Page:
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J Diabetes Sci Technol. 2012 March; 6(2): 380–386.
Published online 2012 March 1.
PMCID: PMC3380782

Accuracy and Precision of the Axis-Shield Afinion Hemoglobin A1c Measurement Device

Jamie R. Wood, M.D.,1 Brett M. Kaminski, B.S.,2 Craig Kollman, Ph.D.,2 Roy W. Beck, M.D., Ph.D.,2 Callyn A. Hall, B.S.,2 Jason P. Yun, B.A.,1 Eda Cengiz, M.D.,3 Michael J. Haller, M.D., M.S.C.I.,4 Krishna Hassan, M.D.,5 Georgeanna J. Klingensmith, M.D.,6 and William V. Tamborlane, M.D.3

Abstract

Background

The Afinion HbA1c (Axis-Shield) is a newer point-of-care device for measurement of hemoglobin A1c (A1C) using a boronate affinity method unlike the more commonly used DCA immunoassay method (Siemens Medical Solutions Diagnostics). The Afinion’s accuracy and precision, when compared with high-performance liquid chromatography (HPLC) and DCA methods, have not been established in pediatric practice settings.

Methods

Capillary blood was collected from 700 subjects with diabetes mellitus at seven Pediatric Diabetes Consortium sites. Each subject’s A1C was measured locally using Afinion and DCA devices, and by a central laboratory (University of Minnesota) using a Tosoh HPLC method. In addition, repeated measurements on six whole blood samples provided by the National Glycohemoglobin Standardization Program (NGSP) were taken at three clinical centers using the Afinion and DCA methods and centrally using the Tosoh HPLC method to assess the precision of each device.

Results

The coefficient of variation for measurements of whole blood samples for precision analysis was 2% for Afinion, 3% for DCA, and 1% for HPLC. In the patient samples measured at the seven clinic sites, the Afinion generated higher A1C results than the HPLC (mean difference = +0.15; p < 0.001), while the DCA produced lower values (mean difference = -0.19; p < 0.001). The absolute differences with HPLC were similar for the Afinion and DCA (median 0.2%) with a slight advantage for the Afinion when compared with DCA (p < 0.001 by rank test). The DCA tended to read lower than HPLC, particularly at high A1C levels (p < 0.001), while the Afinion’s accuracy did not vary by A1C.

Conclusions

When compared to the central laboratory HPLC method, the differences between the results of the Afinion and DCA devices are clinically insignificant, and the Afinion and DCA have similar accuracy and precision when used in pediatric practice settings.

Keywords: accuracy, diabetes mellitus, glycated hemoglobin, HbA1c, point-of-care testing, precision

Introduction

Since 2000, point-of-care (POC) hemoglobin A1c (A1C) measurements have become part of standard practice in the management of individuals with diabetes. Point-of-care A1C results allow diabetes care providers to give patients immediate feedback and make timely decisions regarding optimal treatment regimens. As such, POC A1C testing has been associated with improvements in glycemic control.1,2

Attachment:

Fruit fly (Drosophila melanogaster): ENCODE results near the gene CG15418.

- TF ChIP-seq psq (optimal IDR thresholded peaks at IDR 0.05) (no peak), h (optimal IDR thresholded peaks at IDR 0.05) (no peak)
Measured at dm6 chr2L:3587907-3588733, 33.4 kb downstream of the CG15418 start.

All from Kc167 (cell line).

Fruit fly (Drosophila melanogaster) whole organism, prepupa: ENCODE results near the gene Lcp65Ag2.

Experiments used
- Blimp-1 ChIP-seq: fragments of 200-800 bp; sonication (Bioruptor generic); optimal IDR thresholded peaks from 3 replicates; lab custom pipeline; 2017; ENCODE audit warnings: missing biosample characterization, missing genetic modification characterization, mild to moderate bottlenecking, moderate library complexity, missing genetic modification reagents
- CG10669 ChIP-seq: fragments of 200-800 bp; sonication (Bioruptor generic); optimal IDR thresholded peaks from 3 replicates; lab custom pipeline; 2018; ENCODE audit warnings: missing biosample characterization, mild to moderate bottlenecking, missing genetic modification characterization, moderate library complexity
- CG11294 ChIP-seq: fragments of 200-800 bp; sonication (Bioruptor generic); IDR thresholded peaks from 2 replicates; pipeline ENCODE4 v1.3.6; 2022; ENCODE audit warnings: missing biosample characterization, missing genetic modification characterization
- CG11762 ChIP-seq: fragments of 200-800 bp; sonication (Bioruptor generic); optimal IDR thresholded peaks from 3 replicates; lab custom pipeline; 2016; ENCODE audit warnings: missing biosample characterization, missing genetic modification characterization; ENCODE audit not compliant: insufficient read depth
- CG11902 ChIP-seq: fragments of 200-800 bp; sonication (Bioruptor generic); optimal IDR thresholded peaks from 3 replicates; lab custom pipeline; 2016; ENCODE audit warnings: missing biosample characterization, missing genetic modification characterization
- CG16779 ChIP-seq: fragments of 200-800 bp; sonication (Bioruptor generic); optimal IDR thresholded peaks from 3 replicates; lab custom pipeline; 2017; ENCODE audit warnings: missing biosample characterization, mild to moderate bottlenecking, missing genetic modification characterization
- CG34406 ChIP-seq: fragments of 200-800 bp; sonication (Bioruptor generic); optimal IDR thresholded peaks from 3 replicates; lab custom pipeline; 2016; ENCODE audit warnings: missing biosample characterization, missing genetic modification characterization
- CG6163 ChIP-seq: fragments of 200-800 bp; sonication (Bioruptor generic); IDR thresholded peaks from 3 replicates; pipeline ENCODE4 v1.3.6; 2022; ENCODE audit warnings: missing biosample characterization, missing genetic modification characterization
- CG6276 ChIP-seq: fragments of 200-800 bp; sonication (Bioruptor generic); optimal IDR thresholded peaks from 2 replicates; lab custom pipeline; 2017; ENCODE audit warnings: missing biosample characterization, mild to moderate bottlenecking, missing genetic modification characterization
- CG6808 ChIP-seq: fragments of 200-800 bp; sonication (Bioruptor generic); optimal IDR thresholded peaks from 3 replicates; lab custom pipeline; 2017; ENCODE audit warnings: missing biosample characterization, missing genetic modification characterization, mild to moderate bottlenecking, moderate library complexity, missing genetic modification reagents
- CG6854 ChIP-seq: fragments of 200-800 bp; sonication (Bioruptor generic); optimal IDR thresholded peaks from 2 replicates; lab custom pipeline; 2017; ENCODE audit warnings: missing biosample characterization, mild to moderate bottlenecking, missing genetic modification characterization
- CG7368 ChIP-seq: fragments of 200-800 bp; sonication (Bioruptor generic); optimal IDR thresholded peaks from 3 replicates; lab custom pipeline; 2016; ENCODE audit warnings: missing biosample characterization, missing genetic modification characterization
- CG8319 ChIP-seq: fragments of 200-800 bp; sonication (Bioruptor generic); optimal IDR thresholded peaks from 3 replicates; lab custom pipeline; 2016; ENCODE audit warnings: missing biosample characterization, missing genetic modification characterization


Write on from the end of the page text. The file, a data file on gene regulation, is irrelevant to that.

DCA devices are the most commonly used POC A1C devices and utilize a monoclonal antibody agglutination reaction to provide results in approximately 6 min. This method specifically recognizes the glycated N-terminus of the beta chain of the hemoglobin molecule. Importantly, the Diabetes Research in Children Network (DirecNet) demonstrated that DCA results generated in pediatric practice settings compared favorably with those obtained using the high-performance liquid chromatography (HPLC) method at the DCCT/EDIC Central Laboratory at the University of Minnesota.3 The Afinion POC device was released in 2005 and employs a boronate affinity method and provides results in 3 min. In contrast to the DCA, the boronate affinity method detects attachment of glucose at non-N-terminal sites and N-terminal sites of the beta chain of the hemoglobin molecule. The resulting higher A1C signal is adjusted through internal correction equations prior to the device reporting a result. Both devices are Clinical Laboratory Improvement Amendments-waived and National Glycohemoglobin Standardization Program (NGSP) certified. The different methodologies used in the two devices also result in significant differences in potential interfering substances (hemoglobin variants, carbamylated hemoglobin).

Unlike the DCA,3 the accuracy and precision of the Afinion has not been established in pediatric practice settings. Therefore, the aim of this study was to compare the accuracy and precision of the Axis-Shield Afinion A1C POC device with a HPLC A1C measurement by a central laboratory and to compare the accuracy with that of the DCA when measured in the clinical practice setting of seven Pediatric Diabetes Consortium (PDC) centers.4

Methods

Patient Samples for Accuracy Analyses

Research subjects were eligible to participate in the study if they had a clinical diagnosis of diabetes and were receiving diabetes care at one of seven clinical centers in the PDC. The study enrolled 100 subjects at each of the seven centers for a total of 700 research participants. Written or verbal informed consent was obtained as determined by the Institutional Review Board at each clinical center.

Each subject had three capillary blood samples collected from a finger prick using a sterile lancet device after the finger was cleaned with an alcohol swab. The A1C level was measured at the clinical center for two samples: one with the DCA (DCA 2000 at one center and DCA Vantage at six centers) and the other with the Afinion. Samples were collected and processed according to the user manuals of the two devices to reflect performance in typical clinical practice. All sites used Afinion reagents from the same lot that was currently being distributed on the market at the time of the study. Each site used their own supply of DCA cartridges. To assess accuracy of the POC devices, the third capillary blood sample was sent to the central laboratory at the University of Minnesota Medical Center, which was used in the DirecNet study.3 The central laboratory measured A1C by the HPLC method (Tosoh HPLC Glycohemoglobin Analyzer, Tosoh Medics, Inc., San Francisco, CA).